A hard-charging retriever and cold weather, combined with long swims and retrieves, can sap even a well-conditioned dog's energy reserves. Nutritional priming your retriever with a high-protein/high-fat performance food helps provide the right nutrients needed for optimal strength, speed and endurance.

"You can improve a dog's athleticism during hard work by feeding a performance food because it metabolically primes the dog to use these fuels for exercise," says Dr. Brian Zanghi, Purina Research Nutritionist. The harder retrievers work, the greater their fat and protein metabolism, Zanghi explains. "Fat is the preferred source of energy during exercise. A high-fat diet increases the number of mitochondria in muscle cells, which promotes burning fat for energy. Protein helps to support strong muscles and maintain the body-protein balance during hard work when exercise activates protein breakdown."

A scientist who studies the role of nutrition in optimizing the performance of active dogs, Zanghi is a passionate retriever enthusiast who takes to heart giving dogs the best nutrition possible. His now retired black Lab, Baxter, 15, titled as a Hunting Retriever, adored going to the duck blind, and Zanghi is training a new puppy, Aspen, 4 months old, who was sired by DU mascot Deke, to enjoy the sport as well.

"Ideally, sporting dogs should be fed a performance food that provides from 28 to 30 percent protein and from 18 to 20 percent fat to sustain their high-energy demand," advises Zanghi.

A performance food should be year-round. "Switching to a maintenance diet in the off-season is like metabolically detraining your dog," Zanghi says. "Maintenance dog foods contain higher levels of carbohydrates, which decrease the metabolic capacity to use fats, which ultimately results in reduced endurance. It is best to reduce the portion fed in the off-season and monitor a dog's body condition to keep a dog healthy and fit."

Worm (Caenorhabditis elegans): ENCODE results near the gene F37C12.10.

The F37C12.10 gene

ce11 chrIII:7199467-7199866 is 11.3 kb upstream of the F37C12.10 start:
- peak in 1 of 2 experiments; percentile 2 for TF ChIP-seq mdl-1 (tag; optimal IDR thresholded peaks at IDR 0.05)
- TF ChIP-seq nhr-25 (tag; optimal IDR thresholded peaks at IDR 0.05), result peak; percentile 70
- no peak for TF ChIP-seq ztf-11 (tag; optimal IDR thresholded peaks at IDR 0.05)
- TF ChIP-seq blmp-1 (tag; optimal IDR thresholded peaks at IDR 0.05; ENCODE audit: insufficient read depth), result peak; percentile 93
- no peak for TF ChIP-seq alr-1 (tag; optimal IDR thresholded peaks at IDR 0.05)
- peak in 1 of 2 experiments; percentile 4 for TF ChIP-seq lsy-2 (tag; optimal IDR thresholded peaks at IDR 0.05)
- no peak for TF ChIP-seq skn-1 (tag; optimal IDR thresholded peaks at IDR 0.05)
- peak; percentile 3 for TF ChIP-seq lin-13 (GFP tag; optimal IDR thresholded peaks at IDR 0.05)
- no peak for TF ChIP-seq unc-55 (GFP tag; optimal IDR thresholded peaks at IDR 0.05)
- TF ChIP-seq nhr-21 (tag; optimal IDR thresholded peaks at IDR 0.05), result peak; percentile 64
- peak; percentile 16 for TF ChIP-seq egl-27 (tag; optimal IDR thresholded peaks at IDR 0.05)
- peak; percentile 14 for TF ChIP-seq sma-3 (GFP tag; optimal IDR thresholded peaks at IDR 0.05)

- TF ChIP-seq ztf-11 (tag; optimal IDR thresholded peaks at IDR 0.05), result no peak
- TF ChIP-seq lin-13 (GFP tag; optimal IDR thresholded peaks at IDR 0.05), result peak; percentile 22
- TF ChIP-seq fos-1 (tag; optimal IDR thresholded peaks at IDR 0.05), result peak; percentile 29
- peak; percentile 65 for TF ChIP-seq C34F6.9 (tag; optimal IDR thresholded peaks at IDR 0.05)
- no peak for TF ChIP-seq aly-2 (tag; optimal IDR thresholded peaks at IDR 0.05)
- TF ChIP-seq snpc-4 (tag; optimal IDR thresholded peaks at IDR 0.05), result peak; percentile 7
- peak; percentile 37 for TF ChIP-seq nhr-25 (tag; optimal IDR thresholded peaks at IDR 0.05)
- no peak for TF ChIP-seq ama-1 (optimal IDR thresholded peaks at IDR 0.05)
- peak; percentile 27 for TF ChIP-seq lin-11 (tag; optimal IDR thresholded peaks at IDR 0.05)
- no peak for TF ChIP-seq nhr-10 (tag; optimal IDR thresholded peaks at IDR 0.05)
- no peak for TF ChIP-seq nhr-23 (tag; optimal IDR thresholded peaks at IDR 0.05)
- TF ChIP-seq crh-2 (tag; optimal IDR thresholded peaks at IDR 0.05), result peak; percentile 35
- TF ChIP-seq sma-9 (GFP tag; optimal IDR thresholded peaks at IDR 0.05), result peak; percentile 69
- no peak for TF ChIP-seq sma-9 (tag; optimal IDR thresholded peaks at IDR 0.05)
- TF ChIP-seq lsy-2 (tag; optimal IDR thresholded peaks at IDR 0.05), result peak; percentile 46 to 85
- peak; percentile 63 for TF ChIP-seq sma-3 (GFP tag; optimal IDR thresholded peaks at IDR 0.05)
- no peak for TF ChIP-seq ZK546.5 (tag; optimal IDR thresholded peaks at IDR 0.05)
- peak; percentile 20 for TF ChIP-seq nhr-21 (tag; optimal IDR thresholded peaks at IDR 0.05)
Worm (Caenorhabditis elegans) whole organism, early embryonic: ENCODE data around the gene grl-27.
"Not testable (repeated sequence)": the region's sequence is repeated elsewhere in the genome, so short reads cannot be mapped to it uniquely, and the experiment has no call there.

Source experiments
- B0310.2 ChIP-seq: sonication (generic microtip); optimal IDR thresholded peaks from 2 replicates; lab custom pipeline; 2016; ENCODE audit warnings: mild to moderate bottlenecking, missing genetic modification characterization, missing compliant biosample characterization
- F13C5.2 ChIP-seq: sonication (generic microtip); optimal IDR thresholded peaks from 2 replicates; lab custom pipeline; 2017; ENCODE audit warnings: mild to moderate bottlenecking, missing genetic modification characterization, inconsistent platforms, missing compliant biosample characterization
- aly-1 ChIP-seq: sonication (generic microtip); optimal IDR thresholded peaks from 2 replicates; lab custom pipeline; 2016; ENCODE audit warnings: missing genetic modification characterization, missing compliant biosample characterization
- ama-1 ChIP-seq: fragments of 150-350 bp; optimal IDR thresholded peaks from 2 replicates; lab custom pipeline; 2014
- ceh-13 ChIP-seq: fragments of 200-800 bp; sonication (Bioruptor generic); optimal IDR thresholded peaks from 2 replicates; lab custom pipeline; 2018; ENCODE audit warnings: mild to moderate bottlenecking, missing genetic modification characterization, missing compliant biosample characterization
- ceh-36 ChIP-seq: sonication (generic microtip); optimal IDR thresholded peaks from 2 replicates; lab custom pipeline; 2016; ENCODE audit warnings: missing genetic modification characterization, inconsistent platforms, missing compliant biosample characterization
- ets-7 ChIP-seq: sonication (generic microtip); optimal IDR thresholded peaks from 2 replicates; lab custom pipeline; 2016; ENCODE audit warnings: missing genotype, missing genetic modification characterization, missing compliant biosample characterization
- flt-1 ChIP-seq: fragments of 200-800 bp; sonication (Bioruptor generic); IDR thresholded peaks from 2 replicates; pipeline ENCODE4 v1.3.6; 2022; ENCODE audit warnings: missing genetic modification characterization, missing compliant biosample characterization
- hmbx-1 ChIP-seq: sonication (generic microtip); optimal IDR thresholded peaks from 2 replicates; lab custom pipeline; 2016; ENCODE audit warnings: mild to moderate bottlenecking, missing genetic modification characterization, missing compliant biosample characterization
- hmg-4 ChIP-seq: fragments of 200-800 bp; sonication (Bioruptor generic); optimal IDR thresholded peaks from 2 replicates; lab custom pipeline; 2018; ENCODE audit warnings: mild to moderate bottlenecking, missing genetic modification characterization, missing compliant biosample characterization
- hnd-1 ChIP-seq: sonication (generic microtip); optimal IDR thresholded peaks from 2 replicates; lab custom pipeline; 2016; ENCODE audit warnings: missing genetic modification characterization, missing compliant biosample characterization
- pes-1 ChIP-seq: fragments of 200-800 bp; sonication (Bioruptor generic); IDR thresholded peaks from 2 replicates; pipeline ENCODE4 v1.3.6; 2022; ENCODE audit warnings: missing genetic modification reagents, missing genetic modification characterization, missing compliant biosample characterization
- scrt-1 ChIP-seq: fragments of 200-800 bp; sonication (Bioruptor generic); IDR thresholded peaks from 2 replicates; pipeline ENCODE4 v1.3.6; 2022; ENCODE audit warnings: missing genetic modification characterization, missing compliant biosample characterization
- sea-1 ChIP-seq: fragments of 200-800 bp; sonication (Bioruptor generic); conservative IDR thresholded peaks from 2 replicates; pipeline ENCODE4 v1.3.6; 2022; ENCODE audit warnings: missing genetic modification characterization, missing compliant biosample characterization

An important tip before heading out to go waterfowling is not to feed your retriever beforehand. "Eating creates an insulin spike that inhibits the body's ability to use fat," Zanghi says. "It is best to feed a minimum of 10 to 12 hours before exercise, such as the night before hunting. Feeding 6 hours or sooner before exercise contributes to reduced endurance and energy generation. If you feel you must feed in the morning, a small amount is best followed by the rest of the daily ration at the end of the day."

Complete digestion takes from 20 to 24 hours and thus feeding a dog before exercise could result in the retention of fecal matter in the colon that could compromise performance by adding extra bulk in the intestine. Exercise alters the gastrointestinal time and can change nutrient digestion and absorption resulting in a decrease in blood flow, and therefore, oxygen to the gut.

Nutritional priming should be part of your retriever training. Dogs fueled with the right nutrients have what it takes to optimize performance and give big results when it matters most - from the duck blind.

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